Chile’s government mulls tougher laws to combat increasing salmon theft

Published on
January 24, 2023
SalmonChile Territorial Director Tomás Monge

Chile’s government is considering specific laws to combat the robbery of particular goods, including farmed salmon, cattle, and copper cables.

The proposal – introduced by Chile Minister of the Interior and Public Safety Carolina Tohá – aims to fill a regulatory void. It follows the passage of a similar law enacted in 2022 that was successful in reducing lumber theft.

Thefts of truckloads of farmed salmon being transported from farming centers to Chile's markets or airports have grown more common, and are linked to organized crime, Diario Concepción reported

In October 2022, detectives from the Puerto Montt Criminal Investigation Brigade of the national investigative police, PDI, arrested 30 individuals allegedly affiliated with a criminal organization dedicated to stealing salmonid products unfit for human consumption destined for processing into fishmeal and fish oil. PDI said it said was one of the largest busts in Los Lagos in recent history.

“They processed these products illegally, in squalid sanitary conditions … to be sold in markets in Puerto Montt,” Los Lagos Region Adjunct Prosecutor Marcello Samuceti said in an interview with national television station TVN

The group is believed to have earned more than CLP 16 million (USD 19,000, EUR 18,000) per week through the scam. PDI officers confiscated numerous firearms and vehicles from those arrested, as well as significant sums of money allegedly to be used for bribes. Participation of members of the national police force, the carabineros, could not be ruled out, Samuceti said. 

In December 2022, 14 people were sentenced to a total of more than 40 years in prison for the March 2021 theft of a truck containing approximately CLP 100 million (USD 121,000, EUR 113,000) worth of salmon in Mulchén, in Chile's Bío Bío region. During the theft, the driver of the truck was handcuffed and kidnapped, BioBioChile reported. Some of those involed were well-known wholesalers of seafood and other marine products in the Vega Monumental market, located in the regional capital of Concepción.

SalmonChile Territorial Director Tomás Monge said the industry is concerned about the worsening safety situation for salmon farmers and their logistics contractors.

“We are worried,” he said in an October 2022 El Mercurio op-ed. “We have seen with concern how salmon theft has increased, with increasingly sophisticated methods and organizations.” 

Since 2018, 115 cases of salmon theft have been officially filed, involving more than 2,000 metric tons of fish worth some USD 12 million (EUR 11 million). That total does not include unreported incidents and the hundreds of additional undetected thefts in farming centers, Monge said.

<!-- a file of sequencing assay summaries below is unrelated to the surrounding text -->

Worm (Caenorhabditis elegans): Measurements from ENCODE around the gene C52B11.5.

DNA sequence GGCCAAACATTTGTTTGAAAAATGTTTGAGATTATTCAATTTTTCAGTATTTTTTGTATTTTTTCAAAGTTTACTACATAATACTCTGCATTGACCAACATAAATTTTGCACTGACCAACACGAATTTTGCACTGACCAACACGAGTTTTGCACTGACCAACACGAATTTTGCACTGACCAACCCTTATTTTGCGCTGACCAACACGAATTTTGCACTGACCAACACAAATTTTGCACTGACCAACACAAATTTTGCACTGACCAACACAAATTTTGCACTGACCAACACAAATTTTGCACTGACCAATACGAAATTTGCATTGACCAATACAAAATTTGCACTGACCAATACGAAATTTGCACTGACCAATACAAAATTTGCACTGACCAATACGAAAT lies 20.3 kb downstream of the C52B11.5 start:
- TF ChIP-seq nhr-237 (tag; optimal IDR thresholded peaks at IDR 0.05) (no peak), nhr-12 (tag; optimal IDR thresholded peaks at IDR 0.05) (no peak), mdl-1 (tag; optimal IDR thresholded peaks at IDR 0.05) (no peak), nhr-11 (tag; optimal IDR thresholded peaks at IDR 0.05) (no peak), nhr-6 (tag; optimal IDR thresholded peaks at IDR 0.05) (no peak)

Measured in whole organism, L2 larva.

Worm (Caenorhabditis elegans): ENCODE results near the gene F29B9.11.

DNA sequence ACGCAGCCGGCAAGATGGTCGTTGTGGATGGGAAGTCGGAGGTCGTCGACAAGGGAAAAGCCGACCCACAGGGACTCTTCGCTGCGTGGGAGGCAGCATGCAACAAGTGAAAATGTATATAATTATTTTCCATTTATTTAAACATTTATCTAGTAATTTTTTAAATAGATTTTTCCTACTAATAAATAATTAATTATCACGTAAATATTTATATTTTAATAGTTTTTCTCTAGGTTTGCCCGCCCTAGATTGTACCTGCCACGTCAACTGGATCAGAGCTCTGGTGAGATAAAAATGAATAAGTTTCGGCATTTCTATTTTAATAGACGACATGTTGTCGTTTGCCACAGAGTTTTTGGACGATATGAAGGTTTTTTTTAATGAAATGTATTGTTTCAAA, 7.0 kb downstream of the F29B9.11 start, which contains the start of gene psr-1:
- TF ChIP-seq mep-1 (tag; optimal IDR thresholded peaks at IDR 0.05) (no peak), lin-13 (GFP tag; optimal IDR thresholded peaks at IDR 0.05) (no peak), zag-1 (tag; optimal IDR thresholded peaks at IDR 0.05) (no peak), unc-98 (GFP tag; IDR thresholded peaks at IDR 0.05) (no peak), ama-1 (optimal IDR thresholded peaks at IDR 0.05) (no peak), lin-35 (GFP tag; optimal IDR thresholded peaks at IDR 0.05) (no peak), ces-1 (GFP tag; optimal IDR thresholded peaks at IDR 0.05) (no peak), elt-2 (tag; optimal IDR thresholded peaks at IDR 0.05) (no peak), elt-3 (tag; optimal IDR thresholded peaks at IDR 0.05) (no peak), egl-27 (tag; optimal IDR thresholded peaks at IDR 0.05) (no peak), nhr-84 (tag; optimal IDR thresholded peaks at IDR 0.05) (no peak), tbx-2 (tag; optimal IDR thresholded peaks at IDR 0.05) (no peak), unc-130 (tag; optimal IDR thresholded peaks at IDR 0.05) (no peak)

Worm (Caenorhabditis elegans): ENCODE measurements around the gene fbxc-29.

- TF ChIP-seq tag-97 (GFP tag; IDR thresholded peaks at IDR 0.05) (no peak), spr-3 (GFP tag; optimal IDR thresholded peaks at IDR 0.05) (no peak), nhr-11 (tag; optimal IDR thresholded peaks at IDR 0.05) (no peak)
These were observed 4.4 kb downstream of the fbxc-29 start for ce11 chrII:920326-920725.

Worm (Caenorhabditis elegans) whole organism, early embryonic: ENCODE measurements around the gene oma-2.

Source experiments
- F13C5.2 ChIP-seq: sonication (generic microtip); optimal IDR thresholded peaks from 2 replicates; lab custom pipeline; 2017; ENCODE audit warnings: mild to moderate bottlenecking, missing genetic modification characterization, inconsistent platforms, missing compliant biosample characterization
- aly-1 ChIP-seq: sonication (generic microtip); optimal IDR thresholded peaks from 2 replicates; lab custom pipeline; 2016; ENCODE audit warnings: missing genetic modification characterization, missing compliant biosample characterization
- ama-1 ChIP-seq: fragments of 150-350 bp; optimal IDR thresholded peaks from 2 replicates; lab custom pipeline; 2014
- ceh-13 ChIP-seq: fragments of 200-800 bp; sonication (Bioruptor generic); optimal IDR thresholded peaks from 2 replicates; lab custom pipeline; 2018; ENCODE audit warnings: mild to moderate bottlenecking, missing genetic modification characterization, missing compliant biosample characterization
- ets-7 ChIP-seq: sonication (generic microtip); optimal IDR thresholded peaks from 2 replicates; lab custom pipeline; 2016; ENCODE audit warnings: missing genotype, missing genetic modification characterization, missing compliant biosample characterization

“In addition, there is another even more serious phenomenon: the sustained increase in violent robbery in land transport, with more than 98 cases registered from 2019 to-date,” Monge said. “This is the crime that has grown the most in recent times, with drivers having to face kidnappings, attacks, assaults, and loss of their jobs.”

However, despite filing hundreds of complaints and participating in numerous meetings with authorities, during which critical points have been raised and concrete measures have been requested, the situation has continued to worsen, Monge said.

"We see how these unfortunate events continue to occur and increase,” he said.

Monge called for increased intersectoral coordination between the Interior Ministry, the tax service (SII), fishing authority Sernapesca, Chile's Health Ministry, Chile's Maritime Authority, and the national police to act against organized crime. 

“We have to prevent rather than regret,” he said.  

A public perception of increasing crime rates was one of the reasons political observers said the Chilean public overwhelmingly voted to reject a proposed new constitution in September 2022. While the rejection granted the salmon sector a reprieve from potential legal obstacles to its  future growth – the outcome had stronger relation to public opinion of the country's government rather than the impact the charter might have on individual industries in Chile.

In 2022, public opinion of how crime is impacting the country reached a nadir, according to non-government organization Paz Ciudadana. A poll by the NGO revealed the number of Chileans worried they could become a victim of a crime grew 7.6 percentage points, reaching 28 percent nationwide – the highest figure in 22 years – even though actual crime figures dropped to their lowest range in the past 15 years.  Paz Ciudadana attributes the rise in fears over crime to new types of crime grabbing headlines in Chile, including an uptick in the homicide rate and the rate of violent crimes, many linked to organized criminal enterprises.

According to the latest National Urban Survey of Citizen Security (Enusc), performed by the Chilean government’s National Statistics Institute (INE), in 2021, 16.9 percent of Chileans were personally victimized by a crime, down 2.3 percent drop from 2020. However, 86.9 percent of Chileans believed the nation's crime rate was increasing, surpassing the 84.3 percent reported the previous year.

Photo courtesy of SalmonChile

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